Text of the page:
The most recent Joint All-Domain Strategist School (JADSS) graduates from Air Command and Staff College spent a year studying ACE. Based on my review of a selection of their papers and presentations, there are at least six different ways in which ACE could be executed. A key distinction the JADSS scholars highlighted in their paper “EUCOM Agile Combat Employment: A Proposed Framework” was the difference between a type of steady-state ACE and ACE for Survival (ACE-S). Steady-state ACE is used in a deterrent or combat role by spreading US and allied forces over multiple FOLs with varying levels of size and permanence, which complicates the adversary’s risk calculus.
ACE-S is the idea that with limited warning (12 hours at most) prior to the start of hostilities, US and allied forces are dispersed from MOBs to geographically separate locations with the expectation that the MOB will not survive the initial attack. These dispersed forces would quickly reconstitute, report accountability, and move on to pre-planned operating locations to provide combat airpower to the Combatant Commander (CCDR) within 24-48 hours of the opening of hostilities.
Inherent within both Steady State ACE and ACE-Sis the need to differentiate among how these operations are carried out for different airframes. One could assume that Mobility Air Force assets and strategic bombers would be pulled back as far as feasible from the conflict to preserve their capabilities while keeping them available for CCDR requirements. Non-bomber Combat Air Force (CAF) aircraft need to be split into at least two different categories based on mission sets and strategic value of individual assets.
Fighter aircraft will theoretically constitute the weight of effort in the opening days of any highlevel conflict. Based on their limited range and specificity of their mission (suppression of enemy air defenses, air-to-air combat, close air support, or tactical strike) they need to be closer to the action. The larger number of these aircraft and their ability to refuel and withdraw from an area quickly allows for greater risk with forward basing relative to enemy proximity. The High Value Air Assets (HVAA) that largely comprise the CAF’s Command and Control, Intelligence, Surveillance, and Reconnaissance (C2ISR) fleet must initially retrograde from the contested area to a safe operating location, as losing any of these assets in an opening strike would be devastating to national security. However, these assets must be able to be utilized in combat once air superiority is achievable in the battle space.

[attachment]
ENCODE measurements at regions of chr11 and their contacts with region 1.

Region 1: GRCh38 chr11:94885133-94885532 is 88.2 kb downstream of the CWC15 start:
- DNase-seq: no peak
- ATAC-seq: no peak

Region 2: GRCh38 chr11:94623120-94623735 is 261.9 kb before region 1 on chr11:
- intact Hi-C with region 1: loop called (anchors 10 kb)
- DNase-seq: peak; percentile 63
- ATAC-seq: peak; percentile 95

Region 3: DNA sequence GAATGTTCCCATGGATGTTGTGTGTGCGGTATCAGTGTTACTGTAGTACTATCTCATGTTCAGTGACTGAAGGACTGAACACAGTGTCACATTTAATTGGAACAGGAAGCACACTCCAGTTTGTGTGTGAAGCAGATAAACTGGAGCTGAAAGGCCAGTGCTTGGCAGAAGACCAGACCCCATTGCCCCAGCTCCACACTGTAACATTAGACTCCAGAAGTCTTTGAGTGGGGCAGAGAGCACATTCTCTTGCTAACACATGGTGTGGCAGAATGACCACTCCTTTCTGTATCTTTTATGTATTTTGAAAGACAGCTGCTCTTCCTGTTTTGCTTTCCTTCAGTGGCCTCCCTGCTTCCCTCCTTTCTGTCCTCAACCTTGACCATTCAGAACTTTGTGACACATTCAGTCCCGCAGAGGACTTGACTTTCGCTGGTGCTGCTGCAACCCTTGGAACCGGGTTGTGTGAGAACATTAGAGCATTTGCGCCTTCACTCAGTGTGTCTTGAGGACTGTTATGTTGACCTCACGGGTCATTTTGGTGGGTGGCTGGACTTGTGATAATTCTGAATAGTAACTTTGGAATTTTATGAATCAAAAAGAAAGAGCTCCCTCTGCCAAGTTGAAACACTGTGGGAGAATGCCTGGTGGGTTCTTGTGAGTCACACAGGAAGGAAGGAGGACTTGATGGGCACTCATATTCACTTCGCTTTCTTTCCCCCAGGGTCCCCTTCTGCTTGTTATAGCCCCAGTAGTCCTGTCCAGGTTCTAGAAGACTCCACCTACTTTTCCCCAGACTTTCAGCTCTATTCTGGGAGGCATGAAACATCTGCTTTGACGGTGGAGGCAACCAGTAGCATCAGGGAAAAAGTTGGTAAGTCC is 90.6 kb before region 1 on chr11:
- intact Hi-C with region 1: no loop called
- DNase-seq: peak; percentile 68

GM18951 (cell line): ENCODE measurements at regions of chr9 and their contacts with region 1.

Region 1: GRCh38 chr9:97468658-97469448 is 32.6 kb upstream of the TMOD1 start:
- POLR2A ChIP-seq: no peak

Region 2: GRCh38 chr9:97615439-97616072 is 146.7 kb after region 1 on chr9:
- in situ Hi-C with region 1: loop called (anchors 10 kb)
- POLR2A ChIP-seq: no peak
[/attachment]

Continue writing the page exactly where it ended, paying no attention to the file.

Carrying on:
Therefore, a separate approach for ACE must be developed for HVAAs as well. This means there are three resource related lenses (Mobility/Bombers, Fighters, and HVAA) through which to consider the execution of the two operational lenses of ACE (steady state ACE and ACE-S), for a total of six variations. Despite there being six variations of the concept, they all share central considerations that need to be addressed if the Air Force is to successfully implement ACE.
Considerations and Areas of Concern with ACE
The execution of ACE requires a sea change, not just in how we think about basing, but also how we approach C2 of logistics and logistics processes. These functions are intricately intertwined with traditional basing concepts, and changing one requires consideration of changes to the others. Further, tomorrow’s near-peer conflict will inevitably include cyber warfare, which has the potential to cripple our existing C2 and logistics processes. While integrating these functions into ACE, we must also examine their potential cyber vulnerabilities as well as how we can adapt and overcome them.
Successful execution of C2 in ACE requires a willingness to both move away from centralized control/decentralized execution and accept that in modern warfare, leadership down to the wing level will have limited understanding of the battle space’s present state. One of our adversary’s primary goals will be to limit our communication between strategic and tactical level decision makers. Further, our enemy’s use of A2/AD strategies threatens to significantly hamper the ability of C2ISR assets like AWACS and JSTARS, resulting in further degradation of battlespace awareness and communication capabilities at the strategic level.
When coupled with forward deployed combat support ground crews and operational forces utilizing maneuver and mobility as a survival mechanism, this creates a significant C2 challenge for the Air Force. Since the 1990s the Air Force has utilized the Combined Air Operations Center (CAOC) to generate operational goals and target lists, carry out airspace deconfliction, prioritize assets, and even target weaponeering.
This information is subsequently passed down to the squadron level through the Expeditionary Wing command structure on a daily basis via the Air Tasking Order. The next generation of warfare and the execution of ACE must assume that centralized control will be lost in the first 48 hours of war. Leaders should plan to distribute C2 from a single node like the CAOC to multiple, smaller C2 nodes.Moreover, this distributed control must also extend from the operations realm to the combat support realm. Ground commanders of multi-role airmen, necessary to execute the forward presence inherent to the ACE concept, must have the flexibility to decide when to move and what risk is acceptable to enable the mission.